Long before modern line dances or soul trains, there was the Stroll. Created by the dancers on "American Bandstand," it was initially danced to the slow beats of Chuck Willis' hit "C. C. Rider." Willis' song, and the dance craze it inspired, earned him the nickname "King of the Stroll" in 1957. The dance was immortalized the following year when Canadian vocal group the Diamonds recorded "The Stroll."
"The four of us were watching television one afternoon when we saw a bunch of kids doing a line dance they called the Stroll. But there was no song called 'The Stroll,'" co-founder and original lead singer of the group, Dave Somerville, recalls in "Doo Wop 51," a 2000 PBS production. "If you were watching 'American Bandstand' or any of the bandstand shows during '58, you saw long lines of kids strolling to the Diamonds' second-million seller, and the longest surviving line dance in the history of the music industry."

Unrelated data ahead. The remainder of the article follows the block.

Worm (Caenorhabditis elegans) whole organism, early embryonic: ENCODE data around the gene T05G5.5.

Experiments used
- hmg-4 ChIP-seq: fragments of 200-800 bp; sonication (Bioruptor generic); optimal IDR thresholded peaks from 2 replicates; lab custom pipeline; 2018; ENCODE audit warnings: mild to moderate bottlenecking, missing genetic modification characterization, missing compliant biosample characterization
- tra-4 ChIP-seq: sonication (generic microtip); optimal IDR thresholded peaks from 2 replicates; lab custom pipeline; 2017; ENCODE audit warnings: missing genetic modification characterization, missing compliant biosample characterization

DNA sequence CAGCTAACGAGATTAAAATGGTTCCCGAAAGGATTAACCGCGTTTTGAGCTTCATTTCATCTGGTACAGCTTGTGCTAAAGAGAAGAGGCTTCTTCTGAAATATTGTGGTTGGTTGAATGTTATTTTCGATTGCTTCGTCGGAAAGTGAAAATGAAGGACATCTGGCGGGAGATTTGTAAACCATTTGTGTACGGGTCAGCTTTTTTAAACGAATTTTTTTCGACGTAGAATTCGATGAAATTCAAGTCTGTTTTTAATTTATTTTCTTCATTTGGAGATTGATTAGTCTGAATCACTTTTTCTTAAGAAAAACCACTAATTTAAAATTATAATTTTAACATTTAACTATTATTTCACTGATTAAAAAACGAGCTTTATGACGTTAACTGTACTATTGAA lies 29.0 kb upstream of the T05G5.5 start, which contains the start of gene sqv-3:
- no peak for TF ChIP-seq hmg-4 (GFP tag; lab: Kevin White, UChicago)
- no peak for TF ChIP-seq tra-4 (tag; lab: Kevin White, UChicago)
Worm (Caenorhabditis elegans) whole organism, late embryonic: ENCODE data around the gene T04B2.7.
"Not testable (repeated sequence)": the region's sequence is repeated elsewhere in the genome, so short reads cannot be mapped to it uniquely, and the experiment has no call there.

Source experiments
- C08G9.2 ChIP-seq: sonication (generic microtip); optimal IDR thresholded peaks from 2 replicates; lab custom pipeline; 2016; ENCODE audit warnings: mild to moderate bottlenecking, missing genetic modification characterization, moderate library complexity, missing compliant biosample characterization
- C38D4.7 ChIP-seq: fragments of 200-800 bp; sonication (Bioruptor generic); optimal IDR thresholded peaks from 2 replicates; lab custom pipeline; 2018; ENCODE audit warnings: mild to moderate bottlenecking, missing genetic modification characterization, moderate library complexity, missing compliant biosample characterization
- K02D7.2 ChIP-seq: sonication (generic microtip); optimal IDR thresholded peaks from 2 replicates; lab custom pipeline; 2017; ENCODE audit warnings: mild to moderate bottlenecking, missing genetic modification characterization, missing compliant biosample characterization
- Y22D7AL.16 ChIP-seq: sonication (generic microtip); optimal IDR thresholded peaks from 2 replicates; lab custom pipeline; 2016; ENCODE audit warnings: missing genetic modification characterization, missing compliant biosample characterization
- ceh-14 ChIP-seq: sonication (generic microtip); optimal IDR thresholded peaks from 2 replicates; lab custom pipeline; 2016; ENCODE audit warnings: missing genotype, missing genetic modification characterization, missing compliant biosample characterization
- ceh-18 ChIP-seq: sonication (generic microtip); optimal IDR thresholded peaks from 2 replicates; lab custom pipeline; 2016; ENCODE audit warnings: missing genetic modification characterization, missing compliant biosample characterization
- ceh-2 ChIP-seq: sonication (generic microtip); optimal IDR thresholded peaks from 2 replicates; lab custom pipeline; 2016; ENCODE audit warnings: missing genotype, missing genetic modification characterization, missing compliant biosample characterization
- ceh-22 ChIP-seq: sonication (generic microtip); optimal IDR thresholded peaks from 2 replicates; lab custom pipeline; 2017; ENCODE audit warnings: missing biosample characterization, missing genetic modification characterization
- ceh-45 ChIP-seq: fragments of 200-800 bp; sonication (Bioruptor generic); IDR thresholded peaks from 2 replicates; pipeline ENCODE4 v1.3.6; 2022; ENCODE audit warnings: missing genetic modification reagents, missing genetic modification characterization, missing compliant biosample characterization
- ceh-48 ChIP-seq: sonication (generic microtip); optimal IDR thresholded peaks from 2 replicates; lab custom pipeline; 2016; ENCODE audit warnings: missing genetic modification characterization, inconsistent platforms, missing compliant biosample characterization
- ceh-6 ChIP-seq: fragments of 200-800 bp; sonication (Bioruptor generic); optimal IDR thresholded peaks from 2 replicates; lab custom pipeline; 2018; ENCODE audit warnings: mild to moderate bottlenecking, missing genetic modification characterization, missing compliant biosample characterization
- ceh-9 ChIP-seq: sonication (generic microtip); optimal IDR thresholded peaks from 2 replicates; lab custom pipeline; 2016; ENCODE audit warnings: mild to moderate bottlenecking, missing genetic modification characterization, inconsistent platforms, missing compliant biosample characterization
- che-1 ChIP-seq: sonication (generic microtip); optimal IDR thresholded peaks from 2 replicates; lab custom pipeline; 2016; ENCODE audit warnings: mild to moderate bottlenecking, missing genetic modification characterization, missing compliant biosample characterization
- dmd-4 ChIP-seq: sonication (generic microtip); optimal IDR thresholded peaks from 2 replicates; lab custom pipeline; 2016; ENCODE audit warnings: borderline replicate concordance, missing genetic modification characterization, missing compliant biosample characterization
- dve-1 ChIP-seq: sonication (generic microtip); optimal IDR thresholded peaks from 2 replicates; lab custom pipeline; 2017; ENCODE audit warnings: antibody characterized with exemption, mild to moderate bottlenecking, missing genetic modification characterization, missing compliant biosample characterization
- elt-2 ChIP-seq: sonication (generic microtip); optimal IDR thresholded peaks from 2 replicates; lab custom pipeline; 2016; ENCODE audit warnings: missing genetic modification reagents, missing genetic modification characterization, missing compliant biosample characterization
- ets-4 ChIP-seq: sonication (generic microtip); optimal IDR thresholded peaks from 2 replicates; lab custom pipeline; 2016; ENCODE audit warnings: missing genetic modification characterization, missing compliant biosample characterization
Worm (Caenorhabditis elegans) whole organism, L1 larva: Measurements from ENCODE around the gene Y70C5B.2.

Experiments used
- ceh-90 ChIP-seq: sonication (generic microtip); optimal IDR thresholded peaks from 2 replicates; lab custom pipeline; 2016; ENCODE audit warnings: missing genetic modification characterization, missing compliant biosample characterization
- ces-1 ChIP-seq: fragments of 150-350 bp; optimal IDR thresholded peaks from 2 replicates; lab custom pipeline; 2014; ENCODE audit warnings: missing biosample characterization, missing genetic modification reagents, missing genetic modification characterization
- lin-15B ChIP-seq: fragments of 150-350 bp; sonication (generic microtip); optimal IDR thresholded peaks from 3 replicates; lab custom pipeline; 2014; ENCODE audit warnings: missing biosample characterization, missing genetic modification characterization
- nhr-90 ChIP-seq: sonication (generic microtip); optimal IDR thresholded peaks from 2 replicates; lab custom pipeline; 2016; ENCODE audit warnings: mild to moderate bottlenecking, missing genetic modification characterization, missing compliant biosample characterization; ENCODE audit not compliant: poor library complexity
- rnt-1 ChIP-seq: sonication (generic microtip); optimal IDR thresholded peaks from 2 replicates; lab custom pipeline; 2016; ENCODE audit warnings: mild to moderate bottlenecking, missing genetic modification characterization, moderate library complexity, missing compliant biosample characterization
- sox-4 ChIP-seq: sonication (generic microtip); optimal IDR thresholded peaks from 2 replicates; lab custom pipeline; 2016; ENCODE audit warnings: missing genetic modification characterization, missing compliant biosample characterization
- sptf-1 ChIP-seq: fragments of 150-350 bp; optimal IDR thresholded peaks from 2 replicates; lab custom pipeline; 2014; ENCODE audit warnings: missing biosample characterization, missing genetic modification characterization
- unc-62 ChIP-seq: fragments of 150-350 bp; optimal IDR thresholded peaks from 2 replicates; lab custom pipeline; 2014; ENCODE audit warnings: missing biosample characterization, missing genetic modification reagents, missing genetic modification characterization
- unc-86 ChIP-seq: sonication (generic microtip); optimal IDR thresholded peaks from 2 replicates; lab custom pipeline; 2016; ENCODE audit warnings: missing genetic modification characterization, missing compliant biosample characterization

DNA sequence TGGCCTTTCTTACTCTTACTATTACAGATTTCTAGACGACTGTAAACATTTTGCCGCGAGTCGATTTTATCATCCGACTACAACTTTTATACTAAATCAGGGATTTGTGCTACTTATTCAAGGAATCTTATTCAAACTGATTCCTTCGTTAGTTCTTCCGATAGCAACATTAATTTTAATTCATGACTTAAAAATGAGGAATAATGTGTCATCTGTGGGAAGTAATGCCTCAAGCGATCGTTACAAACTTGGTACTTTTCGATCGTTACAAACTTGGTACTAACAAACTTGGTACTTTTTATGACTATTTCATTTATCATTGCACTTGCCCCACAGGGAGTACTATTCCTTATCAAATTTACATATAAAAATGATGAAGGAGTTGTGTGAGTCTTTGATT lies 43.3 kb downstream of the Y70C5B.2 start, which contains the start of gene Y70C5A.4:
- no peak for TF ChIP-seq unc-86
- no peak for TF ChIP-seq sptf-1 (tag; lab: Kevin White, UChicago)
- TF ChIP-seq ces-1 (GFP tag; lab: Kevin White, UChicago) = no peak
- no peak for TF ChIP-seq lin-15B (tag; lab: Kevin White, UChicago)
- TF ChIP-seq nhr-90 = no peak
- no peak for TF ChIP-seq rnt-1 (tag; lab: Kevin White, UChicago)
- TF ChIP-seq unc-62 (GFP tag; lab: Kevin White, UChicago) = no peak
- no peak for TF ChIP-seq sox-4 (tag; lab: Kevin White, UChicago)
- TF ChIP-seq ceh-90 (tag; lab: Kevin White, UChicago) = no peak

The popularity of "American Bandstand" spawned many regionally produced teen dance shows. "Seventeen," featured in the video below, was produced in Iowa for high school kids. 

Take a "stroll" to the past and enjoy learning the steps along with them!